Almost $100 million in upgrades to burn metro Vancouver's garbage and little revenue to show for it. Fifth in a three-month series.
It’s a business model that would likely have gotten an executive team in trouble years ago.
In 2014, Metro Vancouver’s Burnaby waste-to-energy (WTE) facility will cost taxpayers $22 million to operate, including operating expenses and long-term debt servicing charges. On the revenue side, the facility will bring in just a quarter of that amount -- $5.7 million -- by burning garbage and selling electricity to BC Hydro.
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Since 2006, the facility has regularly cost taxpayers more than twice what it generates in revenues.
On top of that, Metro Vancouver now has announced it will spend an additional $8 million this year on emission upgrades, adding to the $60 million already spent on improvement to the Burnaby WTE since it opened in 1988. Between 2012 and 2017, the Authority intends to spend an additional $37.5 million upgrading the WTE facility which regularly achieves emission targets set by government.
In total, almost $100 million will be spent on the incinerator since it opened. But the Burnaby waste-to-energy incinerator is a key component of an overall integrated solid waste plan passed by Metro Vancouver in 2010. Part of that is because waste to incineration still generates some income, even if not enough to offset the operating costs.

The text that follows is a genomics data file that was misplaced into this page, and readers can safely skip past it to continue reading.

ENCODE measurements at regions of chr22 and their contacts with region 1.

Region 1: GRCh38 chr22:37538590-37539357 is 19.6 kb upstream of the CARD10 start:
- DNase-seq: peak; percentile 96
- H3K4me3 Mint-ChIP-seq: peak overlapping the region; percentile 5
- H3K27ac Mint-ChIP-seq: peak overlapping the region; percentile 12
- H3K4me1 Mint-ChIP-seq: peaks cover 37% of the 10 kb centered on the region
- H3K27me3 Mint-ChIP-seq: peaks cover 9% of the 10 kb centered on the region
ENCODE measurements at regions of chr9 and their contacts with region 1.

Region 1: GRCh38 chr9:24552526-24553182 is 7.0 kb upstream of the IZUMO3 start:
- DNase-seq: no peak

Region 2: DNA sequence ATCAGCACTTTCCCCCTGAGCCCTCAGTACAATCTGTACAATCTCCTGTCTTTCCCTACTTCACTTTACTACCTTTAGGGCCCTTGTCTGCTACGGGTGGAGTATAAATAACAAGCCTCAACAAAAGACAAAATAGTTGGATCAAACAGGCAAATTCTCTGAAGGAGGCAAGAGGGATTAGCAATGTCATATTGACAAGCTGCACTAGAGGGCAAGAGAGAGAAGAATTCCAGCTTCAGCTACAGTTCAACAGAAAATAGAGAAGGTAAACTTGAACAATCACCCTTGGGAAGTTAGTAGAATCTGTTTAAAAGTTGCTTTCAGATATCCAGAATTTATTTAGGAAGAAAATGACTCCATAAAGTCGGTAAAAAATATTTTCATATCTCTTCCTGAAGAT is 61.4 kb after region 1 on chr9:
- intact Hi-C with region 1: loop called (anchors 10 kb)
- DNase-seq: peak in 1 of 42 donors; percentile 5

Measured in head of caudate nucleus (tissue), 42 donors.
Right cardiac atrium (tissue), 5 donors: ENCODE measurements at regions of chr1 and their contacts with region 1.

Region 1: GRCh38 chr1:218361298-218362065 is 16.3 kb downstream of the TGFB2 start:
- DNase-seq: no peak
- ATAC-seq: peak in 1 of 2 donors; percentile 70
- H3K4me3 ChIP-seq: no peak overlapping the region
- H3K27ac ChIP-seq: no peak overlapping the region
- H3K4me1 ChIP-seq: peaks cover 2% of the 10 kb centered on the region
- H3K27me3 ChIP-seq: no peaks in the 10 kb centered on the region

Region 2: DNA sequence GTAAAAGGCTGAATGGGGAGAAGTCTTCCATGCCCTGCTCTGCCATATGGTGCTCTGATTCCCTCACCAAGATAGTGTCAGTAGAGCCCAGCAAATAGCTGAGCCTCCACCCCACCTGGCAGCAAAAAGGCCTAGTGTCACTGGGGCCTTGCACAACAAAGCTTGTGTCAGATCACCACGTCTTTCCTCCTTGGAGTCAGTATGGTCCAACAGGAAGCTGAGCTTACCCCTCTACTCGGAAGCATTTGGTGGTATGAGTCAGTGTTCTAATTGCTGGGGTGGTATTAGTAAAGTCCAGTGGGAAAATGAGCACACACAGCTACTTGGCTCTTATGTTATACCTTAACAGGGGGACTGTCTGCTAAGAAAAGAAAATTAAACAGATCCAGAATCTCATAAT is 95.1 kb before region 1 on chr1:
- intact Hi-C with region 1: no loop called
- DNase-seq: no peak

Today, Metro Vancouver regional authority is now debating whether to spend an extra $480 million to build one (or more) new incinerators to handle the region’s future garbage.
It's a contentious proposal, with big money and big players involved. Several multi-national companies, including Covanta and BC’s Aquilini family, are queuing up to bid on the project. Meanwhile, the neighbouring Fraser Valley Regional District, a major BC business lobby and Vancouver city councillors are opposing incineration.
“City Council has made it clear since 2011 that we do not support the mass burning of garbage,” said Mayor Gregor Robertson in November.
Half a billion taxpayer dollars
The BC Chamber of Commerce is also fighting the proposal, but more because they see it as a costly public project that could create a monopoly and shut out competitors.
“Half a billion dollars is half a billion dollars we don’t have, so taxpayers ...can’t afford it,” says John Winters, president of the BC Chamber of Commerce.
“They (Metro Van) have a perfectly good system in place right now that is run by municipalities, and the private sector is doing an excellent job of keeping the landfills busy and diverting waste and getting recyclables out.”